Taking care of a senior loved one with dementia can pose numerous challenges. Your loved one may have significant cognitive deficits and memory loss and exhibit other behaviors such as combativeness and aggression. If your loved one becomes aggressive, consider the following interventions.
Aggressive behavior in seniors with dementia may stem from new situations or fear. Always explain new procedures to your loved one so he or she won’t be afraid or unsure of what you’re doing. For example, if your loved one has a skin problem and you’re performing wound care, explain each step of the procedure. Also, if your loved one has recently been diagnosed with insulin-dependent diabetes, explain the injection procedure. When procedures are explained in detail, people with dementia are less likely to act out aggressively.
Symptoms such as agitation, confusion, anger, and frustration are common in elderly people with dementia. Dementia can be challenging for seniors to manage, but they can maintain a higher quality of life with the help of professional dementia care. Huntington seniors can benefit greatly from the Cognitive Therapeutics Method (CTM), an activities-based program designed to promote cognitive health and delay the onset of dementia. CTM is included at no additional charge with any of the in-home care plans provided by Home Care Assistance.
Offer Gentle Redirection
People with dementia often wander. Also, because long-term memory is often affected, they may have forgotten they no longer have jobs and try to leave home in an attempt to “go to work.” Trying to stop them may lead to aggression. If this happens, gently redirect your loved one to another part of the home or reorient him or her back to the correct time and place. Once your loved one has been reoriented, the aggressive behavior may stop.
Consider the Need for Medication
Sometimes, despite your interventions, your loved one may need medication to manage aggressive behavior. If the behavior cannot be managed, your loved one’s safety, as well as the safety of others, may be in jeopardy. Your loved one’s physician may prescribe a low-dose anxiety or antidepressant medication to address the behavior. However, side effects will need to be carefully monitored. Some people with dementia develop an increase in aggressive behavior while taking psychotropic medications. If this happens to your loved one, the doctor may lower the dosage or discontinue the medication.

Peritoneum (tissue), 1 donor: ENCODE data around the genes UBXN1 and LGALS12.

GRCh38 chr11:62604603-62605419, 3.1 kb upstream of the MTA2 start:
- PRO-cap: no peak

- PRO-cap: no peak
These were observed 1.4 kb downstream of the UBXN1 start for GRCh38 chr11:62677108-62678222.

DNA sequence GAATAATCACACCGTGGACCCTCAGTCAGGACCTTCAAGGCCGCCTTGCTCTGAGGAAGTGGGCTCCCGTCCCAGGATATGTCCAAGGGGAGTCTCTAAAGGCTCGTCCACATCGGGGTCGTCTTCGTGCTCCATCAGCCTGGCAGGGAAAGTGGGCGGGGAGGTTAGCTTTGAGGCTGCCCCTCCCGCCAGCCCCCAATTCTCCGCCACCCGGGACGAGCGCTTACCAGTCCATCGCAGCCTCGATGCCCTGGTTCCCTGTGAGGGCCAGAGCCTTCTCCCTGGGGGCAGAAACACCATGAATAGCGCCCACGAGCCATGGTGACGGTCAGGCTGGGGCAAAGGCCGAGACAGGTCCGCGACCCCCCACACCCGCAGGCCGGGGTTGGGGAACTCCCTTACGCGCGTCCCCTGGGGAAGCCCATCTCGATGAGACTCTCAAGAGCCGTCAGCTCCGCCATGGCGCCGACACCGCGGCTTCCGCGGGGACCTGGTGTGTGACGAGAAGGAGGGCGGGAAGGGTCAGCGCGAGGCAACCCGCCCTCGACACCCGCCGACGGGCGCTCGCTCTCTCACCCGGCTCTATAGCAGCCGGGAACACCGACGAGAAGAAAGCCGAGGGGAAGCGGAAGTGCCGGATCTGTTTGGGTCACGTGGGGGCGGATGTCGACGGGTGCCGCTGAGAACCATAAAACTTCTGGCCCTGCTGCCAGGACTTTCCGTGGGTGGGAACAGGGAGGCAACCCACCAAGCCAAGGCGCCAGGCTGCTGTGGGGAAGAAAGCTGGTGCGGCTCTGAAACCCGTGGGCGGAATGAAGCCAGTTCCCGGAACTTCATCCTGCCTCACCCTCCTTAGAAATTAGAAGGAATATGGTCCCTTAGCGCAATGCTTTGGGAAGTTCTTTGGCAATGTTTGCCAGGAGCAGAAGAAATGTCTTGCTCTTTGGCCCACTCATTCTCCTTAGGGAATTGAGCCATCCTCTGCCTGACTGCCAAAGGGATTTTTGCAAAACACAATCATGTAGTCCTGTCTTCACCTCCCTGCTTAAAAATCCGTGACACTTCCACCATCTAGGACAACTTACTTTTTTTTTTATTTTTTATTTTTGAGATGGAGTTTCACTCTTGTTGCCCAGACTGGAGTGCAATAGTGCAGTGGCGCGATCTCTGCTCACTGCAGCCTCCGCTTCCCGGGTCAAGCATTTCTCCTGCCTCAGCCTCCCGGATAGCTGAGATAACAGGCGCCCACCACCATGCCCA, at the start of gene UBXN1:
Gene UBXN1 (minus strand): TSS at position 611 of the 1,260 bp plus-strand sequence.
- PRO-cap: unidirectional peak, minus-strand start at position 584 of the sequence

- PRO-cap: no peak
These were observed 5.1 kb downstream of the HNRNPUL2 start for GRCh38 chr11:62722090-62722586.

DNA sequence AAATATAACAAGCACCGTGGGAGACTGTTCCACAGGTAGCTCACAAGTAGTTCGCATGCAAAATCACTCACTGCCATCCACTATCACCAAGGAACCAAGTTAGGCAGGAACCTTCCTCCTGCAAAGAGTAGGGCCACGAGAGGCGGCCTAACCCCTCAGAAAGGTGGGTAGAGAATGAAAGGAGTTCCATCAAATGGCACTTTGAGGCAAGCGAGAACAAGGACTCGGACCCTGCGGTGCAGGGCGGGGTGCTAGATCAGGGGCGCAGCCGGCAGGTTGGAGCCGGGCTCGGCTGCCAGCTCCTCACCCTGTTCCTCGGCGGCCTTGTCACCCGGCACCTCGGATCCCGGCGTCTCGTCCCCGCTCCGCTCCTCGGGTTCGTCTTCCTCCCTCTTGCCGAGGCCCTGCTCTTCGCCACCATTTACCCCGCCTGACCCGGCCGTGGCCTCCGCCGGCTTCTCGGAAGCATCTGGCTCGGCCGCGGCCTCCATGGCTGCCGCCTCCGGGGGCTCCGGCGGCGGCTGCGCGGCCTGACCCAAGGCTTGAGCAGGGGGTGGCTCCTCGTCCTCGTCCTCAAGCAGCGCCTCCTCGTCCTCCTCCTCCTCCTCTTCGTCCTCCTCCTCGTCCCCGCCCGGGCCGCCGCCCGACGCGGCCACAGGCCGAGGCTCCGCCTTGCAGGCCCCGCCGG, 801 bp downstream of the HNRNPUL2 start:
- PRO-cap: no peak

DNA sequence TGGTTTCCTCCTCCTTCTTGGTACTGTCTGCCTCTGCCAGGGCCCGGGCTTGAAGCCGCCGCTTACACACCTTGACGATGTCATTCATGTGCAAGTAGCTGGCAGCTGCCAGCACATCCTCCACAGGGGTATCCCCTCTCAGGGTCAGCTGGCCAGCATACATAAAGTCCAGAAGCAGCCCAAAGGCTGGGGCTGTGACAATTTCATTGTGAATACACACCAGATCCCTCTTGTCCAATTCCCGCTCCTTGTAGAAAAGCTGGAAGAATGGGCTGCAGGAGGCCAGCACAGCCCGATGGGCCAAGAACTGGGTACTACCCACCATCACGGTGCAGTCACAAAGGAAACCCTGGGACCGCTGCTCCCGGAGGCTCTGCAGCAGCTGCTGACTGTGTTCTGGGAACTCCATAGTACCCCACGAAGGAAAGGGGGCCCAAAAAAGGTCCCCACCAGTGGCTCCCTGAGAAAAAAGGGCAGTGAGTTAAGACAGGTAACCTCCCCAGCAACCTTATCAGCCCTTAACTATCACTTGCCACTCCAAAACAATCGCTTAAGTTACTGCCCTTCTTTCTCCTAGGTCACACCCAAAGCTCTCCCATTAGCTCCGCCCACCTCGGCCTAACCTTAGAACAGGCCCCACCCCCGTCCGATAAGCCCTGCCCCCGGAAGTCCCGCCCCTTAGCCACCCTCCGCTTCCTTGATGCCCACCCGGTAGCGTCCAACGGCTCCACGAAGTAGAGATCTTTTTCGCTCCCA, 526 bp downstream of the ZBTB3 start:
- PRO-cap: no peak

The cognitive challenges that accompany dementia often leave aging adults unable to manage everyday tasks, which puts their safety and health at risk. If your senior loved one has been diagnosed with a serious condition and needs help with tasks like meal prep, transportation, bathing, and grooming, reach out to Home Care Assistance, a leading provider of in-home care families can trust. We also offer comprehensive care for seniors with dementia, Alzheimer’s, and Parkinson’s.
Maintain a Calm Environment
Your loved one may become anxious and aggressive when the environment is chaotic or loud. Maintaining a peaceful environment may calm him or her and reduce aggression. If visitors are in your loved one’s home, ask them to return at a later date or move to another room if he or she appears uneasy. Playing soft music and eliminating sources of stimulation such as a loud television or radio may make the environment more peaceful. A dog or cat may also enhance the mood of the environment. Exposure to pets may ease anxiety and depression and lower the heart rate, regulate breathing patterns, and eliminate aggressive behavior in people with dementia.
Caring for a loved one with dementia is a challenging task for anyone. The responsibilities can sometimes feel overwhelming, but help is available. Seniors can face a variety of age-related challenges. Though some families choose to take on the caregiving duties, there may come a time when they need a trusted Huntington home care service provider. Families sometimes need respite from their duties so they can focus on their other responsibilities, and some seniors need around-the-clock assistance that their families are not able to provide. Home Care Assistance is here to help. Call us today at (304) 521-2909 to discuss how we can give you the peace of mind that comes from knowing your loved one is being cared for with professionalism and compassion.